It's Memorial Day 2011. As you read this, you've either been to a cookout this weekend or are planning to attend one today, or both, or you've hosted one or will be hosting one today - or both. It's a three-day weekend, so you get an extra day off and you've a short work week ahead of you. It's also the unofficial start of the summer season. Schools are winding down and vacation plans are being made.
It's just another Memorial Day weekend.
Oh, yes, there's that part about remembering the men and women of our armed forces who died serving their country during wartime. More than a million American men and women died on active duty during a time of war, and 655,000 of that number died in battle.
Many of them left to fight in foreign lands and never came home. There are 24 American cemeteries abroad where 124,909 war dead rest in eternal peace. In addition, 6,177 American veterans and others are interred in the Mexico City and Corozal American Cemeteries. The Tablets of the Missing record the more than 94,000 American service members missing in action or buried at sea.
America is often incorrectly described as an empire, but no empire ever rebuilt their vanquished foes as we did and gave them back their land, keeping only enough to bury our sons and daughters. Memorial Day is there to remind us of their sacrifice.
Why is the remembrance important, however? What does it mean to us today in 21st century America?
Did you go to church yesterday? Did you worship? If you went to a friend's home for a cookout, were you able to travel to and fro without restrictions? Did you argue politics or religion with your friends at the cookout without fear? Did you return home safely, secure in your person and your property?
It's called liberty, and our liberty is bought and paid for by the blood shed all around the world by our soldiers, sailors, airmen, Marines and Coast Guard.
World history does not tell us that mankind is predisposed to let people live in liberty. In fact, it tells us that, in the words of Ronald Reagan, "Freedom is never more than one generation away from extinction. We didn't pass it to our children in the bloodstream. It must be fought for, protected, and handed on for them to do the same."
Those who celebrated the first "Decoration Day" in America, the commemoration that became Memorial Day, knew the price of liberty was high. On May 1, 1865, thousands of freed black men, women and children in Charleston, South Carolina, honored the Union dead whose sacrifice gave them their freedom. Yale historian David Blight describes the first observance of Memorial Day:
At 9 a.m. on May 1, a procession stepped off, led by 3,000 black schoolchildren carrying arm loads of roses and singing. The children were followed by several hundred black women with baskets of flowers, wreaths and crosses. Then came black men marching in cadence, followed by contingents of Union infantry and other black and white citizens. As many as possible gathered in the cemetery enclosure; a children’s' choir sang 'We'll Rally Around the Flag,' 'The Star-Spangled Banner' and several spirituals before several black ministers read from scripture. This was their way of saying what the war meant to me and what America means to me. They were now freed men and women.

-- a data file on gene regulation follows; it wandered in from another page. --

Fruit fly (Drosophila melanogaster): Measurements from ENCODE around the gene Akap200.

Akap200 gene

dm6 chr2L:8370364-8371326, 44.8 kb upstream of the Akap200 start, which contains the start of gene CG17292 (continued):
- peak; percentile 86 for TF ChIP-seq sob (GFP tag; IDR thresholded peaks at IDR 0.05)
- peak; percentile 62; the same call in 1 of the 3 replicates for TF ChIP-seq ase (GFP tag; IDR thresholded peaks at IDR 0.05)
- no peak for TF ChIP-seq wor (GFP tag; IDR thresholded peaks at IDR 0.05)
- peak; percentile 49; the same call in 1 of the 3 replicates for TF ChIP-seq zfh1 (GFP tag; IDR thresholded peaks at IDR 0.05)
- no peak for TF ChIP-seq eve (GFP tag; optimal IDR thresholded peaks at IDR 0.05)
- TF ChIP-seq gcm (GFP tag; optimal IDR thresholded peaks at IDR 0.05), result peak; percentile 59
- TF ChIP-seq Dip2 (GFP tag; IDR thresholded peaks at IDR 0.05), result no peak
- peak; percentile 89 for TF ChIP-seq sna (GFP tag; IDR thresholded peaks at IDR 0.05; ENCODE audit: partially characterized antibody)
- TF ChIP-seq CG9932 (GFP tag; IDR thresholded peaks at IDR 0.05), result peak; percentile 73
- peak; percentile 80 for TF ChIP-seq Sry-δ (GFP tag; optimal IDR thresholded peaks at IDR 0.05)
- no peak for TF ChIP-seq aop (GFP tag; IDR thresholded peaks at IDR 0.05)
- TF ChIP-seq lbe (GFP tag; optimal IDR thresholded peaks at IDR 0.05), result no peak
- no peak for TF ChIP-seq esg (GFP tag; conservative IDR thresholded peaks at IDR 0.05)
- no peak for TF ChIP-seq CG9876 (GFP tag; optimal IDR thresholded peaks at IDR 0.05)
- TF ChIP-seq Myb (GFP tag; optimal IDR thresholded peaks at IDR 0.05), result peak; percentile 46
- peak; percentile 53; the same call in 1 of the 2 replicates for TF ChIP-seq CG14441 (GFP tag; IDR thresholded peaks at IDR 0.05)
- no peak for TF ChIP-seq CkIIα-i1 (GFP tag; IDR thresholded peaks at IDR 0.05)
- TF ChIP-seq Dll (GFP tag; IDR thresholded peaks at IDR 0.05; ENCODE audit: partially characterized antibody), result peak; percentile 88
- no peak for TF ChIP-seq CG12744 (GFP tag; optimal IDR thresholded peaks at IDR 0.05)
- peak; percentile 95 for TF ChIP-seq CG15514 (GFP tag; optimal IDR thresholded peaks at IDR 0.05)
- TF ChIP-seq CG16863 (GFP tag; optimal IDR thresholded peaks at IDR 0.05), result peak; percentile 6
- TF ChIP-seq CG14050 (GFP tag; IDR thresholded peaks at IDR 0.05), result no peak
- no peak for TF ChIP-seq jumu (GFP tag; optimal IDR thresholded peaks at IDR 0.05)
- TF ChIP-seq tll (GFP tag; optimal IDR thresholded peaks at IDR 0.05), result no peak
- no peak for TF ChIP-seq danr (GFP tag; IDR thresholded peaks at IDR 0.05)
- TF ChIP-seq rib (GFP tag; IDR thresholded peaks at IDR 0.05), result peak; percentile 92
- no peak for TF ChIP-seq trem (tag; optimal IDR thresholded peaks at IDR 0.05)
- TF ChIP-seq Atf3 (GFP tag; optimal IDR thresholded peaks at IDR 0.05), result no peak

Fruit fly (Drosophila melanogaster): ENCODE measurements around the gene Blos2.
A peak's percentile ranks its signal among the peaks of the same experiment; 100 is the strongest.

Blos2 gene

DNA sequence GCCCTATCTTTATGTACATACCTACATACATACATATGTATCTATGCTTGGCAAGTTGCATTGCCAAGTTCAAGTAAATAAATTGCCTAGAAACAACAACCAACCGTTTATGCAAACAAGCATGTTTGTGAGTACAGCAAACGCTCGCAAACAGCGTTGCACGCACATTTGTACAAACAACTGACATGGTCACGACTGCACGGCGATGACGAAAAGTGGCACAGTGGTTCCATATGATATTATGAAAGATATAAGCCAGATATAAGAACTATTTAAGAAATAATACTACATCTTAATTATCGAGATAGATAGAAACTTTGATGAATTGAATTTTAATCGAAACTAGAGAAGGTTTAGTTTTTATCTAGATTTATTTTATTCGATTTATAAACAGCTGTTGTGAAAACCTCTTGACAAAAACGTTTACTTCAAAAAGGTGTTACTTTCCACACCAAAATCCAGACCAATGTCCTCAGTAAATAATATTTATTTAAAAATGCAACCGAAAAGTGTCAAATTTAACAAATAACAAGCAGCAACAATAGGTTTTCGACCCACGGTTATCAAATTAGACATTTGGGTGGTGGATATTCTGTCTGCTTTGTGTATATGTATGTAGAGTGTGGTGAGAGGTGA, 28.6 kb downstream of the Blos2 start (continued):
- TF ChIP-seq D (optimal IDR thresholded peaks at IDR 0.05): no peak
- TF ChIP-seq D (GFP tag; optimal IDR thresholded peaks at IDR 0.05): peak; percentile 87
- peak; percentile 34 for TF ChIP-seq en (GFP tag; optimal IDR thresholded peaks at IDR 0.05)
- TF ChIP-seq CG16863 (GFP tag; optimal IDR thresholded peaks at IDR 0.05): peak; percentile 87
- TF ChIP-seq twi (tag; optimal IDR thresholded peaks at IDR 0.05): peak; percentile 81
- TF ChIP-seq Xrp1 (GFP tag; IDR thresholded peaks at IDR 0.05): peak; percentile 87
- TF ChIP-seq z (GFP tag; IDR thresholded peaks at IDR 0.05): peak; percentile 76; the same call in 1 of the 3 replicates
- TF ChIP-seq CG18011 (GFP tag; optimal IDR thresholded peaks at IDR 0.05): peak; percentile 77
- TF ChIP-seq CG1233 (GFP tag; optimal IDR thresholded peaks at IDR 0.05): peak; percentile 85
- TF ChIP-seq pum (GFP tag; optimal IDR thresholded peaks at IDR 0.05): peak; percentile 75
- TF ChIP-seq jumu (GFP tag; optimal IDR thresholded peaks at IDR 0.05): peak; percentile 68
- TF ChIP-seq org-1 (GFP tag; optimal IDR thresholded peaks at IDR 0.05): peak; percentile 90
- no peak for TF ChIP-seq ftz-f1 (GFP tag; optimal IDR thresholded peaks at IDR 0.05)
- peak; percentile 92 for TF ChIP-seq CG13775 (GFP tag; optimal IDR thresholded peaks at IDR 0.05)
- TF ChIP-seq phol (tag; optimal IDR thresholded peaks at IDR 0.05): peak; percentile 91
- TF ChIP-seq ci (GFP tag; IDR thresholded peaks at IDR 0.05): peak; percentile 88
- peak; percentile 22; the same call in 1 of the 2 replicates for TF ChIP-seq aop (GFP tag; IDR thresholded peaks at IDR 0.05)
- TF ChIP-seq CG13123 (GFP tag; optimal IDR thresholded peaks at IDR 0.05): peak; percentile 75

The events that preceded this one were even more poignant. The site where the ceremony took place was a horse racetrack that had been converted into a prison for Union soldiers. Many of these soldiers died in captivity, and were buried in mass graves. After the war had ended, blacks, many of them newly freed, went to the racetrack and reburied the soldiers properly, erected a fence around the graves and painted the fence.
These blacks didn't know the dead soldiers or their families, nor did those who died know the people whose freedom was secured by their sacrifice. All of them, however, knew that liberty is God's gift to all people, and it is precious enough to give one's life for it.
Of the 179,000 black men who served in the Union army, and the 19,000 who served in the Union navy, 40,000 died during the Civil War. Sixteen black service members received the Medal of Honor, the nation's highest military honor, and some of them are among the 15 black Medal of Honor recipients, from the Civil War to the Vietnam conflict, buried at Arlington National Cemetery.
As we engage in a fierce debate over the role of government in a republic that was founded on individual liberty, we must remember that too many have died before us for us to let liberty go without a fight.
But, in a larger sense, we can not dedicate -- we can not consecrate -- we can not hallow -- this ground. The brave men, living and dead, who struggled here, have consecrated it, far above our poor power to add or detract. The world will little note, nor long remember what we say here, but it can never forget what they did here. It is for us the living, rather, to be dedicated here to the unfinished work which they who fought here have thus far so nobly advanced. It is rather for us to be here dedicated to the great task remaining before us -- that from these honored dead we take increased devotion to that cause for which they gave the last full measure of devotion -- that we here highly resolve that these dead shall not have died in vain -- that this nation, under God, shall have a new birth of freedom -- and that government of the people, by the people, for the people, shall not perish from the earth. ~ Abraham Lincoln
Never forget that the liberty you enjoy this weekend in so many ways came at a great price. Each generation will be asked to pay that price to keep liberty alive. If we forget that, then liberty will take her place alongside the dead who once defended her.